November 2016: Learning by Mistake

Learning by Mistake

It is hard to believe that we are approaching the end of the first marking period already. This milepost can be cause for great celebration or, in some instances, can incite a mix of anxiety and dread. The end of the marking period means that students will be receiving overall grades or scores for the work they have produced thus far in the school year. This practice is a standard component of how we chart our students’ progress towards grade level skills and knowledge.  Although a valuable part of setting and determining goals, this formal measure of progress is less relevant to ultimate student growth than the ongoing feedback that occurs between students and teachers or between students and their peers each day in the classroom. These daily informal interactions or assessments allow teachers to track the ongoing progress of their students regularly and often. They are designed for the purpose of adjusting instruction by determining whether students are learning what is being taught. By using informal assessment methods, teachers can target students' specific problem areas, adapt instruction, and intervene earlier rather than later.

These opportunities for feedback allow us to recognize and embrace the human condition, specifically the reality that we all make mistakes!  Too often as adults we try to shield our children from making mistakes.  This intention, although noble, emerges from our own need to keep our kids safe from harm and emotional stress.  How often have we claimed that we do not want our little ones to make the same mistakes that we made in our youth?  Our personal experience often compels us to override opportunities for our children to learn life lessons. We swoop down to their rescue far too soon rather than allowing them to falter.  This does not imply that we encourage reckless behavior or poor judgment.  We do not.  We do, however, believe in the adage that our mistakes can be our best teachers.

Too often grown-ups send mixed messages to kids about mistake making. Although we talk about the importance of making and learning from mistakes, we also communicate disappointment and judgment when they occur.  It is little wonder then that mistakes can be a source of shame, and even punishment, leading our children to develop what Carol Dweck, author of Mindset: The New Psychology of Success, calls a “fixed mindset”.  A fixed mindset limits a child’s perception of himself and fosters the belief that he is only judged by his innate ability…or lack thereof.  We have all heard students claim that “I am just not good in math”.  “I will never be successful in school.” Our responsibility as parents and as educators is to shift this habit of limited thinking and grow confident and self-reliant learners (and human beings) motivated to work hard and know that it is the effort that leads to satisfaction and, ultimately, beyond our mistakes to success.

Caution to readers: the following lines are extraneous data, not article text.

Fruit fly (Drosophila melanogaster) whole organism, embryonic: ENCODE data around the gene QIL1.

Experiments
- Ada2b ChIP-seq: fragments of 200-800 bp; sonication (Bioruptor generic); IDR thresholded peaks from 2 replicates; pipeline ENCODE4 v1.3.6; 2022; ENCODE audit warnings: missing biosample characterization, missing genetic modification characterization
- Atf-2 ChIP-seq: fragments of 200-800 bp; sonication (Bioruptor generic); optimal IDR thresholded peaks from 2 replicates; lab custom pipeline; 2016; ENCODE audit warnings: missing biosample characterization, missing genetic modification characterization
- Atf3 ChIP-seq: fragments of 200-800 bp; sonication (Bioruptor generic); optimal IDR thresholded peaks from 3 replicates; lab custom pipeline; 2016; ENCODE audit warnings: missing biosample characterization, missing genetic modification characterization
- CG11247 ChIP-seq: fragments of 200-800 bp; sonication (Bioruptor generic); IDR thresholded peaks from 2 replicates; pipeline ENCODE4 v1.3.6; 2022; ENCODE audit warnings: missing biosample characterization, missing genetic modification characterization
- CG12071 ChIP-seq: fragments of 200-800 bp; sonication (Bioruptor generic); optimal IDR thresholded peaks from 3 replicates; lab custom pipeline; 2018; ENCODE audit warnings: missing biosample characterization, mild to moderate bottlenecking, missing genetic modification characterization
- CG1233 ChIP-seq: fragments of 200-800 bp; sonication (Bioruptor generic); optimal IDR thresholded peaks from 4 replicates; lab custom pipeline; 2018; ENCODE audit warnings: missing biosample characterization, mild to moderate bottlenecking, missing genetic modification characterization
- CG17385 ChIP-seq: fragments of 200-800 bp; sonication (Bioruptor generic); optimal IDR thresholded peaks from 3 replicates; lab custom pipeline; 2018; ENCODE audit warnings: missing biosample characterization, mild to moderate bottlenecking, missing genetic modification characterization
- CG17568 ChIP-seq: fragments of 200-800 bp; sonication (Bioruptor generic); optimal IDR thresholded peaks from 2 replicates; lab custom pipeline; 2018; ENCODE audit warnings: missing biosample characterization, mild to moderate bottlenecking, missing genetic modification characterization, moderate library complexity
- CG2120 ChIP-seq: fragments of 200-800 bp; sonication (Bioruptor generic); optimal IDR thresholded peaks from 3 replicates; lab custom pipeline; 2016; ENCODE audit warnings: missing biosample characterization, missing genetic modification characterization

Our classrooms and school experiences are perfect for creating safe places for making mistakes.  Adults are present to model and guide students and to praise them for the ways they approach setbacks and how they handle conflict.  Teachers ask students to explain their thinking especially when their process leads them to a wrong conclusion.  Waiting until the last minute to prepare for a presentation, forgetting an instrument for band, or leaving a textbook at home are all common missteps that can become opportunities to accept responsibility and hone good habits.

Learning by mistake encourages us to take risks as we explore alternative solutions to a problem, think in new ways, develop new perspectives and discover what works…and what doesn’t.  Mistakes help break down our misconceptions and deepen our learning.

Learning by mistake develops resilience. Sometimes, try as we might, a solution seems impossible.  During these times we are forced to simply accept that things are not working out. These moments, although maddening, provide invaluable opportunities for us as adults to help our kids develop resilience and coping skills. It is our responsibility to help them normalize the struggle and to understand that mistakes are not only expected but accepted. This way of thinking strengthens the ability to bounce back from difficulty and to build a more resilient character.

Learning by mistake inspires forgiveness.  This is actually a simple concept, for who among us has never made a mistake?  What would our lives be like if we were defined only by the mistakes we’ve made, the errors in judgement we have unwittingly committed?  And what if we were never reassured that it would be okay in spite of the fact that we may have mishandled a situation?  As others have forgiven us for our mistakes it is up to us to forgive others for theirs.  Especially our children.

As you talk with your children about the school day, I encourage you to ask them what, if any, mistakes they made?  This question when asked regularly can generate a habit of growth mindset and open avenues for discussion.  Imagine sharing with your child a similar mistake that you made at her age.  And imagine what it might be like for her to realize that mom or dad isn’t perfect either.  Nor was Thomas Edison.  Edison understood that he could learn as much from his failures as he did from his successes.  In fact, it took him 10,000 attempts to perfect the electric light bulb! As you talk over supper or at bedtime, remind your children often of his wise words, “I am not discouraged, because every wrong attempt discarded is another step forward.”  

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